Although the first batch of teams begin reopening their training facilities for individual workouts today, several NBA officials believe the psychological effects of returning to activity during the current COVID-19 pandemic must be considered.
As reported by ESPN’s Baxter Holmes, several general managers and athletic trainers across the league have voiced concerns over returning during the circumstances.
They say a number of players – despite being a low percentage – are ‘germaphobes’, which is echoed by several executives and other league staff too.
Given the sensitivity of this subject, anonymity of those involved in interviews as been kept.
One veteran front-office executive for a team in postseason contention told ESPN he was a germaphobe, while an Eastern Conference GM said although he wasn’t, remains afraid of the unknown.
Multiple Western Conference athletic training officials referred to this psychological impact as a powerful added stressor for some players that could undoubtedly affect their ability to perform, even if the NBA were able to create an ideal environment at some point in the near future.
One Eastern Conference athletic training official said: “Some players will have an easier time breaking through that, and other players will have a real challenge with that.”
Mental health was once a taboo subject in the NBA, though that has changed in recent seasons.
A memorable turning point came when former NBA All-Star Metta World Peace publicly thanked his psychologist after the Los Angeles Lakers won the 2010 NBA title vs. the Boston Celtics.
Cavs’ Kevin Love and Spurs guard Demar DeRozan are among current mental health advocates in the league.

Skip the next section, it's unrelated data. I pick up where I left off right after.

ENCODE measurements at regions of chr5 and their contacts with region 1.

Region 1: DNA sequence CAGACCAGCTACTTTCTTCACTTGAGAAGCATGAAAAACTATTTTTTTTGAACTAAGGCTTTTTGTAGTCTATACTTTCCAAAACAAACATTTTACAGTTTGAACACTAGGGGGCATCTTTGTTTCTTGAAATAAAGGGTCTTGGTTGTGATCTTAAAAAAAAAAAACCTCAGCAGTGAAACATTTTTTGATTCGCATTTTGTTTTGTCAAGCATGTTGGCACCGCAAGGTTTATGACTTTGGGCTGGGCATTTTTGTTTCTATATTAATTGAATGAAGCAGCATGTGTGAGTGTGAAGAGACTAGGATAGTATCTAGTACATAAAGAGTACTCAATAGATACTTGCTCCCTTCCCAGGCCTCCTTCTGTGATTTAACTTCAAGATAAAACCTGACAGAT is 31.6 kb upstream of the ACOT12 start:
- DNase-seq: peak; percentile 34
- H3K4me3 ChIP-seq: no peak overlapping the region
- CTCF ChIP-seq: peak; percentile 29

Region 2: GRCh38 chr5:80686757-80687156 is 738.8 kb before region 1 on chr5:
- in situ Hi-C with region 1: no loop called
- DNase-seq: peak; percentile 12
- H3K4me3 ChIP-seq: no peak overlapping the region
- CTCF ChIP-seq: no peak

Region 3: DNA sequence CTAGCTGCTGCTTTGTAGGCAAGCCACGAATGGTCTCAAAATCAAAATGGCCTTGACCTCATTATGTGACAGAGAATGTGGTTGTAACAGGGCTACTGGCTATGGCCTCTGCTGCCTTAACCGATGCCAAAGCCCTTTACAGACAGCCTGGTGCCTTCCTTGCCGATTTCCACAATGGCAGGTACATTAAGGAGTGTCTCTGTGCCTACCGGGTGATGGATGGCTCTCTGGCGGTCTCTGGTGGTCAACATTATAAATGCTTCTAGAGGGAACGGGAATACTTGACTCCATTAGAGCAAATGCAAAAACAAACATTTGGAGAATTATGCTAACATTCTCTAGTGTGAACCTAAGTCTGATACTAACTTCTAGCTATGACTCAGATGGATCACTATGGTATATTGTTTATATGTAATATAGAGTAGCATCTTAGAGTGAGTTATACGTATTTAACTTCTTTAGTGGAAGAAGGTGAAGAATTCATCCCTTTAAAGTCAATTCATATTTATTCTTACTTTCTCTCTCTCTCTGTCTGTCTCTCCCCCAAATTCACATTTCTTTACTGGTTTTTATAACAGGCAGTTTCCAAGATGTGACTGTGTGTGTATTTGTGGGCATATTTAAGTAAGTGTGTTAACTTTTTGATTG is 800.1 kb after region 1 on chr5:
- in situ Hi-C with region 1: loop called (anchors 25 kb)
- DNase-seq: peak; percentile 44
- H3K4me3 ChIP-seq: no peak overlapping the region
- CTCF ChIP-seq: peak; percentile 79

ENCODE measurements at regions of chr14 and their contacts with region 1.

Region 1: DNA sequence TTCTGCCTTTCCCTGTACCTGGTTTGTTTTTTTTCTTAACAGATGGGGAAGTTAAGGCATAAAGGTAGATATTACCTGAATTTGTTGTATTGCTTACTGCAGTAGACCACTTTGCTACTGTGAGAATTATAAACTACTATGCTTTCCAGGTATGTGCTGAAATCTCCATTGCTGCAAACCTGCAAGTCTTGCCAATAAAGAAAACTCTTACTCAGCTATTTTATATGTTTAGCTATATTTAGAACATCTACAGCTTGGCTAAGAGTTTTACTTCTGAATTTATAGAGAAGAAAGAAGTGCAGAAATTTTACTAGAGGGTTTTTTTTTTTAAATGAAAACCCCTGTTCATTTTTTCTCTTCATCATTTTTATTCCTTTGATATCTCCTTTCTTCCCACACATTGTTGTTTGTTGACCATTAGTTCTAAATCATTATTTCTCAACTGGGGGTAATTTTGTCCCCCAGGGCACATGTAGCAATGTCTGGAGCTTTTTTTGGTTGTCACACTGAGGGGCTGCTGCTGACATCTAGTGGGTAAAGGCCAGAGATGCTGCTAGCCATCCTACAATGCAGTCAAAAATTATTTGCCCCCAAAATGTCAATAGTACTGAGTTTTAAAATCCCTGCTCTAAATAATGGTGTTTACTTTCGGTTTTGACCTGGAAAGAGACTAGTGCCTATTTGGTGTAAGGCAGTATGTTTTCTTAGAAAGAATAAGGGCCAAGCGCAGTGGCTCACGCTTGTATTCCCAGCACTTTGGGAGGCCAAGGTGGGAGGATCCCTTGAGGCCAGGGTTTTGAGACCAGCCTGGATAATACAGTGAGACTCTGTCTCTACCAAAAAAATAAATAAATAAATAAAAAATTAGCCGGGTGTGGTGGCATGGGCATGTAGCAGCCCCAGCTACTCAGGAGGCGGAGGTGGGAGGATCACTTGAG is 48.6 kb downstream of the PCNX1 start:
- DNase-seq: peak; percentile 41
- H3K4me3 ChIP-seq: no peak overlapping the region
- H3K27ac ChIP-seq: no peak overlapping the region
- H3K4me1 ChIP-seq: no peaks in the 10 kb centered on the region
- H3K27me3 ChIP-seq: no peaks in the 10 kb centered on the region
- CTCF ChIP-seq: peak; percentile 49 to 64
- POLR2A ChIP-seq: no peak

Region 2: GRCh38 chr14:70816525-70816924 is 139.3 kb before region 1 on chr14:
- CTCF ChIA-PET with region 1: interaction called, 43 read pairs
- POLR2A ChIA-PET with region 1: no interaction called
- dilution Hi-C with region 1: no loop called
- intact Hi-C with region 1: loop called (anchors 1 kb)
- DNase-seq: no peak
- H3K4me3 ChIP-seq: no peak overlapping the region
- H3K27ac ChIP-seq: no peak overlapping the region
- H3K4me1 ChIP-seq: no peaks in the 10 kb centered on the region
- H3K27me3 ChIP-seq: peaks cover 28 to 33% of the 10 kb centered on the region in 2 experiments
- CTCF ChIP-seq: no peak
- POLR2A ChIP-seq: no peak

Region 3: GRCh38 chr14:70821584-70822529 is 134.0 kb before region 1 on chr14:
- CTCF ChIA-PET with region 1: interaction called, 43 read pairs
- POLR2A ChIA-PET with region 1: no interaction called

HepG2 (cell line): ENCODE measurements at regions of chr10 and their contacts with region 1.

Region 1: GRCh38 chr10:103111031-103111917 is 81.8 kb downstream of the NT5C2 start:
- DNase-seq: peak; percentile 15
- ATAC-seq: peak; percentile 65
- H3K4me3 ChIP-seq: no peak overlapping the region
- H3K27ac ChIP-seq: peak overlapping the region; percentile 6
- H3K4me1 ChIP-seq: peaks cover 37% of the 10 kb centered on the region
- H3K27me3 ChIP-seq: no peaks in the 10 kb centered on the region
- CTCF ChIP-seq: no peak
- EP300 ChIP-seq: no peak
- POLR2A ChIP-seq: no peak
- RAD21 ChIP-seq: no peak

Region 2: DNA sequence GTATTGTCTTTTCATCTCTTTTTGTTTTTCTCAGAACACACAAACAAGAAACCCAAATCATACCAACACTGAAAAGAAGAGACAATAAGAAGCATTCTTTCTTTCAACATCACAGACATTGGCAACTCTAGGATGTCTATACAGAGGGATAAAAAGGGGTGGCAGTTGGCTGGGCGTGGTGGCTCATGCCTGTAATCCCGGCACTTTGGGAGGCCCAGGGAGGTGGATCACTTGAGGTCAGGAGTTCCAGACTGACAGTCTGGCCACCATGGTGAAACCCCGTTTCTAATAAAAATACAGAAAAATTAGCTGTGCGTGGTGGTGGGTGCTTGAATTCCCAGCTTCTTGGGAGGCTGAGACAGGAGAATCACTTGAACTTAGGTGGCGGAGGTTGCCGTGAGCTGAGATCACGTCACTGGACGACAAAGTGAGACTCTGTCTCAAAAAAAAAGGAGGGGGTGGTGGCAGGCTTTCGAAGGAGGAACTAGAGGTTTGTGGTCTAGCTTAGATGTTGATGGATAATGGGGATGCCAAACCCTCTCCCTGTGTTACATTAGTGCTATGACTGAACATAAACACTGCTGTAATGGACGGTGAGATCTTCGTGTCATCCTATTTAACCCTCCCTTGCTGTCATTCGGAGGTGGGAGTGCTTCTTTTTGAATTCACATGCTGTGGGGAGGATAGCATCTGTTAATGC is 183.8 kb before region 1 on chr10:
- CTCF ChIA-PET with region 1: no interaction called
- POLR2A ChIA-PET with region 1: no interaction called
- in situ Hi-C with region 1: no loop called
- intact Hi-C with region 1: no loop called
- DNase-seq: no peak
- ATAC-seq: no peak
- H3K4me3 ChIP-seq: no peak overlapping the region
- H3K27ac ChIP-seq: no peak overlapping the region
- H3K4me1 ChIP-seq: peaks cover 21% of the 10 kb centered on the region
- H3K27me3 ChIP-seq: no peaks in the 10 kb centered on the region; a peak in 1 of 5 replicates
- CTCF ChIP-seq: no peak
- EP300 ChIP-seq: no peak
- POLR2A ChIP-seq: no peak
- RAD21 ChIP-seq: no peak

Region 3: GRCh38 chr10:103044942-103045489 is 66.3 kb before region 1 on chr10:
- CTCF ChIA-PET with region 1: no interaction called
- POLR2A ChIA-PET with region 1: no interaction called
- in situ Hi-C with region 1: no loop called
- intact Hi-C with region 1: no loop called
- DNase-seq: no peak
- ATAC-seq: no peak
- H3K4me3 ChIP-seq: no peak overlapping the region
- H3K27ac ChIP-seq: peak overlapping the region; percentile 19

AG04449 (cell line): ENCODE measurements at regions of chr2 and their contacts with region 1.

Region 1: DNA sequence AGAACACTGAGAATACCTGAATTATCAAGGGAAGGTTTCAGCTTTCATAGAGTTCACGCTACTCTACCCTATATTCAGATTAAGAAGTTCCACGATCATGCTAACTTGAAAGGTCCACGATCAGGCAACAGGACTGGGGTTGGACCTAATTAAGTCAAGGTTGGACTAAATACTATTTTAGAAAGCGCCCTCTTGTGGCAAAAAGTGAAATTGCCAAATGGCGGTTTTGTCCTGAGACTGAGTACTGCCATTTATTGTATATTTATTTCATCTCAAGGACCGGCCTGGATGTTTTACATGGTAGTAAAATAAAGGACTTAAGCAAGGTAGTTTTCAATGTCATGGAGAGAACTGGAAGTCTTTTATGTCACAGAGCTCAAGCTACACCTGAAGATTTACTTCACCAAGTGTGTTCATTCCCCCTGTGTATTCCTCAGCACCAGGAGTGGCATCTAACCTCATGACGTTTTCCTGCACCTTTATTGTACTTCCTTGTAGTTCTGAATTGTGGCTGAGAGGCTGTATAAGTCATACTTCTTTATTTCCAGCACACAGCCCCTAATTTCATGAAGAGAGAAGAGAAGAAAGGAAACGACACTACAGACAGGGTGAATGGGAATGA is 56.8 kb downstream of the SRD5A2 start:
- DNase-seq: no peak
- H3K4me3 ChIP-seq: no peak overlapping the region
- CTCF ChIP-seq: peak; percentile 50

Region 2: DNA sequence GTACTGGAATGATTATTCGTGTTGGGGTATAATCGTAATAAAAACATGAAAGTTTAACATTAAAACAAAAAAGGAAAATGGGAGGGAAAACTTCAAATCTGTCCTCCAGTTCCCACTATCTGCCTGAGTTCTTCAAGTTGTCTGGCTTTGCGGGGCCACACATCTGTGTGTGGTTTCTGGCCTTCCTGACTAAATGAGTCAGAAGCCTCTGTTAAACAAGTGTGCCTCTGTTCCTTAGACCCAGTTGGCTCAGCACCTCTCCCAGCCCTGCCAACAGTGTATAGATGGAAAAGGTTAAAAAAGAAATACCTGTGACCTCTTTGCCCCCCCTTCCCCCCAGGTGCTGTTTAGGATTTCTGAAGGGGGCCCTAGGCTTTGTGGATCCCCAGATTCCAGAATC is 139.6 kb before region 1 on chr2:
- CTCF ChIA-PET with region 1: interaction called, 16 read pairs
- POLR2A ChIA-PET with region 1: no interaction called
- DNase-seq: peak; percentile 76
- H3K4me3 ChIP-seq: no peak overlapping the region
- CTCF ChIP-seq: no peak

In regards to the current psychological challenge that players would face if play is resumed, World Peace said it is no small obstacle.
During a phone interview, he said: “People are affected when humans are affected, because we’re only people. If one of your significant others passed away, you might mourn for a year or whatever.
Now you got 50,000 to 60,000 people passing away all over the globe – that’s going to mess with anybody. You just never know who it’s going to affect. On a certain level [guys will think], ‘What if I get it? What if I don’t?’ You just never know who it’s gonna affect.”
Over the past 24 hours, the United States have recorded 29,531 new cases and a further 2,129 deaths.
The total death toll stands at 76,942 across the country, with just shy of one million active cases (998,709) right now there alone.
(Update correct to 12.39pm GMT)
The athletic training official for a team in the West was quoted as saying: “I just know myself. Iwouldn’t want to work with the [players]. I mean, these are young guys. Some of them, I don’t think they think it’s real.
They’re just like, ‘Oh, we’re thinking too much into it,’ but I’m like, ‘It’s the whole world. So the tough part is, it’s my job to work with the guys. You don’t want to go against the grain, but at the same time, I’m not trying to put my family at risk.”
If some players are uncomfortable being on court – and breaking social distancing guidelines – then a number of team officials said they expect that feeling will dissipate in time, especially as financial losses are felt.
One Western Conference GM said: “I think as soon as checks are impacted negatively, guys are going to get over any concern they would have for returning to play.”
One GM in the East added: “There are always going to be people, when they have the ability to put up a fight against certain things they hear about, they’re going to do it.
Then, when somebody says: ‘Well listen, this is what the deal is, and if you don’t do it, you don’t get your paycheck’, now you find out how serious they really were.”
Information source: ESPN, Bleacher Report